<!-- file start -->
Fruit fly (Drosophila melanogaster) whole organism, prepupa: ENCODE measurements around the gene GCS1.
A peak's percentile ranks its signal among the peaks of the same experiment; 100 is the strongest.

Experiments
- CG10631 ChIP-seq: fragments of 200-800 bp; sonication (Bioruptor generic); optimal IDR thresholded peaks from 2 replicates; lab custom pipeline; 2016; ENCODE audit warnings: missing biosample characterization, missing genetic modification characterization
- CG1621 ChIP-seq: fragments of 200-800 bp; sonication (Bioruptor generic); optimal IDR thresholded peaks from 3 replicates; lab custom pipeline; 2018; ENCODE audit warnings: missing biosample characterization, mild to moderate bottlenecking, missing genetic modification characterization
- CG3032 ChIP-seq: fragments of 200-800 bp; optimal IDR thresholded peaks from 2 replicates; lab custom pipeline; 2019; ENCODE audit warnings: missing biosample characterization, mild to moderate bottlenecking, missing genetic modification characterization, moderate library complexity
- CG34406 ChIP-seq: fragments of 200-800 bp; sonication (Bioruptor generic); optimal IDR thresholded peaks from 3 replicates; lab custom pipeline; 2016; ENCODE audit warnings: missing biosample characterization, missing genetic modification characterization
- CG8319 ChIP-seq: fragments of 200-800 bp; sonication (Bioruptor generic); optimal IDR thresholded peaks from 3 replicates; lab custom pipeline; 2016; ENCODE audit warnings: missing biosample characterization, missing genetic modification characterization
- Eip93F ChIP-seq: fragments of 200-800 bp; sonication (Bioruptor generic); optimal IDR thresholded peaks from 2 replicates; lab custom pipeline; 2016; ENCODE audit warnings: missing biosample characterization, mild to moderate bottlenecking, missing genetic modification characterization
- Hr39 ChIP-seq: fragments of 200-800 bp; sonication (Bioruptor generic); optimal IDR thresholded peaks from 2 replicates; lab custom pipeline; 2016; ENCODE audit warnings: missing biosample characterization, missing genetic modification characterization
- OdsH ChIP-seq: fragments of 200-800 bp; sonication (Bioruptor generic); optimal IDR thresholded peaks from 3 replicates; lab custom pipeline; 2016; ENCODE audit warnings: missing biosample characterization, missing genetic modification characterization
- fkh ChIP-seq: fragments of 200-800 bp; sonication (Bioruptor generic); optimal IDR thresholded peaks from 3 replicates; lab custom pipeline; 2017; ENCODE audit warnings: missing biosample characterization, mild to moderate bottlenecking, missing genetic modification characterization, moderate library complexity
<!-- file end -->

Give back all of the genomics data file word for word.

Fruit fly (Drosophila melanogaster) whole organism, prepupa: ENCODE measurements around the gene GCS1.
A peak's percentile ranks its signal among the peaks of the same experiment; 100 is the strongest.

Experiments
- CG10631 ChIP-seq: fragments of 200-800 bp; sonication (Bioruptor generic); optimal IDR thresholded peaks from 2 replicates; lab custom pipeline; 2016; ENCODE audit warnings: missing biosample characterization, missing genetic modification characterization
- CG1621 ChIP-seq: fragments of 200-800 bp; sonication (Bioruptor generic); optimal IDR thresholded peaks from 3 replicates; lab custom pipeline; 2018; ENCODE audit warnings: missing biosample characterization, mild to moderate bottlenecking, missing genetic modification characterization
- CG3032 ChIP-seq: fragments of 200-800 bp; optimal IDR thresholded peaks from 2 replicates; lab custom pipeline; 2019; ENCODE audit warnings: missing biosample characterization, mild to moderate bottlenecking, missing genetic modification characterization, moderate library complexity
- CG34406 ChIP-seq: fragments of 200-800 bp; sonication (Bioruptor generic); optimal IDR thresholded peaks from 3 replicates; lab custom pipeline; 2016; ENCODE audit warnings: missing biosample characterization, missing genetic modification characterization
- CG8319 ChIP-seq: fragments of 200-800 bp; sonication (Bioruptor generic); optimal IDR thresholded peaks from 3 replicates; lab custom pipeline; 2016; ENCODE audit warnings: missing biosample characterization, missing genetic modification characterization
- Eip93F ChIP-seq: fragments of 200-800 bp; sonication (Bioruptor generic); optimal IDR thresholded peaks from 2 replicates; lab custom pipeline; 2016; ENCODE audit warnings: missing biosample characterization, mild to moderate bottlenecking, missing genetic modification characterization
- Hr39 ChIP-seq: fragments of 200-800 bp; sonication (Bioruptor generic); optimal IDR thresholded peaks from 2 replicates; lab custom pipeline; 2016; ENCODE audit warnings: missing biosample characterization, missing genetic modification characterization
- OdsH ChIP-seq: fragments of 200-800 bp; sonication (Bioruptor generic); optimal IDR thresholded peaks from 3 replicates; lab custom pipeline; 2016; ENCODE audit warnings: missing biosample characterization, missing genetic modification characterization
- fkh ChIP-seq: fragments of 200-800 bp; sonication (Bioruptor generic); optimal IDR thresholded peaks from 3 replicates; lab custom pipeline; 2017; ENCODE audit warnings: missing biosample characterization, mild to moderate bottlenecking, missing genetic modification characterization, moderate library complexity